Sharks come back to bask

Outdoor Living

Cory Kilbane

In May, the sight of up to eight seven-metre basking sharks lazily swimming around Keem Bay off Achill Island sparked renewed national and local interest in the world’s second-largest fish.
Visitors flocked to the island to catch a glimpse of the plankton-eating sharks swimming near the shore, and thanks to the sharks’ placid nature and slow-swimming speed, people are able to get up close and personal with them in the water.
Once plentiful around the waters of Keem Bay, basking sharks had all but disappeared in the last three decades. The main reason for their decline was the lucrative shark fishing industry, which started in Achill in 1947 and remained a thriving industry until its collapse in the 1970s. At the industry’s peak, between the years of 1950 and 1964, more than 9,000 sharks were caught. In the busiest year, 1952, a catch of 1,808 was recorded. By 1984, the final year in which fishing occurred, just five basking sharks were caught.
The return of the gentle giants to the waters off Achill has been welcomed by retired fisherman, Brian McNeill, one of the few surviving fishermen involved in the trade.
A native of Castleblaney in Co Monaghan, Brian came to live in Achill in the late 1960s, where he settled and married local woman, May – a daughter of a shark fisherman called Charlie O’Malley. Brian joined his father-in-law’s crew. He admits that he found shark fishing difficult in the early days, and there were plenty of drenchings.
“I was out of the currach (into the sea) nearly every single day. I’d swim ashore into Poll a Ropa (Fishing Rock) and they’d [rest of the crew] pick me up. I’d have to sit in the wet clothes until they dried because there was no going ashore. It was good craic, but it was a hard way to learn the lingo, so it was,” Brian said having lost none of his Monaghan accent.
“During the fishing season, some fishermen would stay overnight in specially built huts which were located on the beach. The days were long, and the work was hard,” he said.
There were dangers associated with dealing with a-seven metre shark while in a small currach. “The biggest danger was that the shark would dive because he was trying to get away, so he could pull the currach over. The other danger was his tail, you always stayed away from the tail.
“When you put the spear into the shark, you’d get him in the vertebrae and this white spout, like milk goes, up in the air and his eyes turned in his head. His eyes aren’t black anymore, they’re white, so you know he’s gone then,” Brian explained.
In today’s world the thought of killing such a placid creature seems cruel and barbaric but during a time when emigration was rife in the west of Ireland, the reward was good. A season’s fishing could keep keep an average family funded for over nine months of the year.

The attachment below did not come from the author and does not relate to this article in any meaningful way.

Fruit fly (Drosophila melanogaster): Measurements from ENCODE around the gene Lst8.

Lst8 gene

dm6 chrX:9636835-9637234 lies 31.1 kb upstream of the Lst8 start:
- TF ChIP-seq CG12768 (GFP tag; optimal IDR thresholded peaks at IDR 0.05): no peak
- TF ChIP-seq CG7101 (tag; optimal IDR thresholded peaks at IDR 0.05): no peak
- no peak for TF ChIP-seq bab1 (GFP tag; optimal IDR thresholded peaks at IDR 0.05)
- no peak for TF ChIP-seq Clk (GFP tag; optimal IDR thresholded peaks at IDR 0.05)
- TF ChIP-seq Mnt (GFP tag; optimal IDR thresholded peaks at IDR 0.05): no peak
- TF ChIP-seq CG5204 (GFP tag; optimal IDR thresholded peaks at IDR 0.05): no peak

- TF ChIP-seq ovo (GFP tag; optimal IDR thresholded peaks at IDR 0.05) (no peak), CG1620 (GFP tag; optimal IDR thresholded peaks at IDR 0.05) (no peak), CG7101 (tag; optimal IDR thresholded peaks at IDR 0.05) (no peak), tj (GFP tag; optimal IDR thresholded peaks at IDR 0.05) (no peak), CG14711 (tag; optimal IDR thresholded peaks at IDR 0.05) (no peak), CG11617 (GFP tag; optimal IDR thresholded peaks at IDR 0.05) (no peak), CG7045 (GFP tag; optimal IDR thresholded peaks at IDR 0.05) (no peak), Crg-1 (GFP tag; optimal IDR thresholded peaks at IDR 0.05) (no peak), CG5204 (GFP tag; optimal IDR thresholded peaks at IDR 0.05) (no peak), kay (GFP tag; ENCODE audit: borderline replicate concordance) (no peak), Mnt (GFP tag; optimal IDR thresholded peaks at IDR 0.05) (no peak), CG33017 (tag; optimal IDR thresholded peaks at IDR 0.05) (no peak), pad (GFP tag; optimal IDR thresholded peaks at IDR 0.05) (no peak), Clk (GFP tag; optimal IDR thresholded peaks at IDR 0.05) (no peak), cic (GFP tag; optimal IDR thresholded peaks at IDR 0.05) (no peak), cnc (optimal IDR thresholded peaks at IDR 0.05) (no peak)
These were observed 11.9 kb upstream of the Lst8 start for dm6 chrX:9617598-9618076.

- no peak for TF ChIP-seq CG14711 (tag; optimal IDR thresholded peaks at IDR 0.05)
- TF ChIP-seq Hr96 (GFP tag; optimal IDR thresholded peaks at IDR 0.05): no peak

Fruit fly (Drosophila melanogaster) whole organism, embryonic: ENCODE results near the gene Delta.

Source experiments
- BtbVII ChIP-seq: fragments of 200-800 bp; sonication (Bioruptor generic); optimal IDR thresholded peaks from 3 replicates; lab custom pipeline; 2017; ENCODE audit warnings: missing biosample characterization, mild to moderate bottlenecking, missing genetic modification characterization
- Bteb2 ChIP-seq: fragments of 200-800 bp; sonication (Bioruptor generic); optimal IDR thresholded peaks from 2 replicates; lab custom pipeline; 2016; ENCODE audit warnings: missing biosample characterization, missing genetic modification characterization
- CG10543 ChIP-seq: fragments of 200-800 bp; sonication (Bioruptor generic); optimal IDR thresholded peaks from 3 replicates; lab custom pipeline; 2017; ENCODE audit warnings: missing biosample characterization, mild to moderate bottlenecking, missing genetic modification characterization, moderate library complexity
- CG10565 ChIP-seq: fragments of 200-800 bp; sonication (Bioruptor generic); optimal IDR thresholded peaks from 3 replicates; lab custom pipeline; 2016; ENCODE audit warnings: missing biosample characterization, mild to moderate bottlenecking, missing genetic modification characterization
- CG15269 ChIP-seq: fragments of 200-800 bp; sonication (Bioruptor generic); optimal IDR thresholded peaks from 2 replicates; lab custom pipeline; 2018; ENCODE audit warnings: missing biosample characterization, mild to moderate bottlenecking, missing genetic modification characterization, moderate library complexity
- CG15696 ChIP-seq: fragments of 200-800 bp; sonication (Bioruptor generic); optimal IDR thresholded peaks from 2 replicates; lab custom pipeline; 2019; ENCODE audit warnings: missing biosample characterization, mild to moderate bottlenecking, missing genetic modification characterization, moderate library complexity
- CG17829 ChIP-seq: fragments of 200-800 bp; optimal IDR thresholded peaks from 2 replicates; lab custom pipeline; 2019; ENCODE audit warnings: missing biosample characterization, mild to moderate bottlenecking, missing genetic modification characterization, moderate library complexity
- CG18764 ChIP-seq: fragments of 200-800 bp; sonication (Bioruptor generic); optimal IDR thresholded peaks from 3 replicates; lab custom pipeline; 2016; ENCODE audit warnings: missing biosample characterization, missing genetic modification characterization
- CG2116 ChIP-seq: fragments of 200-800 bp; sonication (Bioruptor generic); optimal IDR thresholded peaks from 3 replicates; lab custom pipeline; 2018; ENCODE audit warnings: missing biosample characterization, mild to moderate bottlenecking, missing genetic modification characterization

“There was great money for the shark. Nobody had to go away from this part of the island,” he explained. “The sharks kept them going in the ’50 and ’60s before I came and even in the ’70s.”
The sharks were sold to a local businessman, Joe Sweeney, whose enterprise was located at the nearby Purteen harbour. There the liver of the shark was processed into oil; more than a tonne of oil could be extracted from the larger sharks.
The oil was originally used for street lighting, but by the 1950s it was used for cosmetics. Its lubrication and thermal properties saw it used as a lubricant in sensitive aviation instruments.
From Achill, Mr Sweeney exported both the shark’s oil and its fins to destinations all over the world. The fin of the shark was used for making shark fin soup in Hong Kong. The oil also had good healing properties, and locals noticed cuts would heal much quicker if they were rubbed with the oil.
By the early ’70s they were still catching over 100 sharks in the season, but over time the numbers started to drop off and the industry was no longer economical. Over-fishing in Keem Bay over the years was blamed, but Brian believes their were other reasons for their decline.
“Every boat from Donegal to Cork had about two miles of net and the drift nets were on top of the water and were about 45 meshes deep. The sharks were going into the drift nets and they’d roll up and start spinning.
“The boatmen would come and cut the net on each side and just sew it up and the shark was let drown,” he explained.
In 1984, a documentary called ‘The Shark Hunters of Achill Island’ was produced by ITV and Channel 4. At the time Brian was a member of the last crew to fish sharks on the island. The scarcity of sharks was such that the crew had to wait five days before one arrived. Unknown to everyone at the time, they were filming the last shark to be commercially caught off Keem Bay.
Reflecting on the catch Brian explained: “The shark was going wild because the camera crew were in the hut when the shark was hit, and it took them 40 minutes to get ready and make their way out.
“By the time they got out there the shark was doing handstands and smashing his tail in the water. We had an awful job to kill him, but we done it,” he explained.
Now in his retirement years, Brian still enjoys heading down to Keem Bay from his home in Dooagh and looking out over the bay. He welcomes the return of the basking shark and is hopes they will thrive again.
“Even though I killed a lot of them, I’m glad to see them here again, and I’m glad there’s no one killing them anymore,” he said. “Hopefully they’ll keep increasing in numbers. I think they will.”